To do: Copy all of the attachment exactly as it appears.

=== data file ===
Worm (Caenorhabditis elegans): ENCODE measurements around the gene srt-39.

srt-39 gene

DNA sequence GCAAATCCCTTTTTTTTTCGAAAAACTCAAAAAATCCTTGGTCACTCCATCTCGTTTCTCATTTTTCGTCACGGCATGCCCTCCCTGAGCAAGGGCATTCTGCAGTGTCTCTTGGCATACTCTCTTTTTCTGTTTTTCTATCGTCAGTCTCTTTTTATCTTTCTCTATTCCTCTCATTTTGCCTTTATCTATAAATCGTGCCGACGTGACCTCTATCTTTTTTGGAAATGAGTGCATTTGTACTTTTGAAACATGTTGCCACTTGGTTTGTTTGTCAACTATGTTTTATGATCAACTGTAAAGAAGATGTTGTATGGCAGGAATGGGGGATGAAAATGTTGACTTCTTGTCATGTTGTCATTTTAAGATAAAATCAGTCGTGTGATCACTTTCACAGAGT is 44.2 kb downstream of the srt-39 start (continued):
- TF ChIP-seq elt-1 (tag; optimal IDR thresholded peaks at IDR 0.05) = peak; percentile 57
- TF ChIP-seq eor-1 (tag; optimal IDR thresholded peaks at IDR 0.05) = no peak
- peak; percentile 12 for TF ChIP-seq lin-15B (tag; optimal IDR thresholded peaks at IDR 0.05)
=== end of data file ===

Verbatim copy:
Worm (Caenorhabditis elegans): ENCODE measurements around the gene srt-39.

srt-39 gene

DNA sequence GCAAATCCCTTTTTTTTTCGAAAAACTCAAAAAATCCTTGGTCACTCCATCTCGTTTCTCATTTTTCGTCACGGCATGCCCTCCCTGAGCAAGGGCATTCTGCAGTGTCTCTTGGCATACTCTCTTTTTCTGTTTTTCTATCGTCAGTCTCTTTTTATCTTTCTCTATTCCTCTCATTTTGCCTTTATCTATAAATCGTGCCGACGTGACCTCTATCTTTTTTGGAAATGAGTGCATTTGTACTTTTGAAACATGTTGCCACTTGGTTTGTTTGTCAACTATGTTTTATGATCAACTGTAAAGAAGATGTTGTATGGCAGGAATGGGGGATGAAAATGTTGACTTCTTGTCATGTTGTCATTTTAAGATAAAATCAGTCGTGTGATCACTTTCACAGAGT is 44.2 kb downstream of the srt-39 start (continued):
- TF ChIP-seq elt-1 (tag; optimal IDR thresholded peaks at IDR 0.05) = peak; percentile 57
- TF ChIP-seq eor-1 (tag; optimal IDR thresholded peaks at IDR 0.05) = no peak
- peak; percentile 12 for TF ChIP-seq lin-15B (tag; optimal IDR thresholded peaks at IDR 0.05)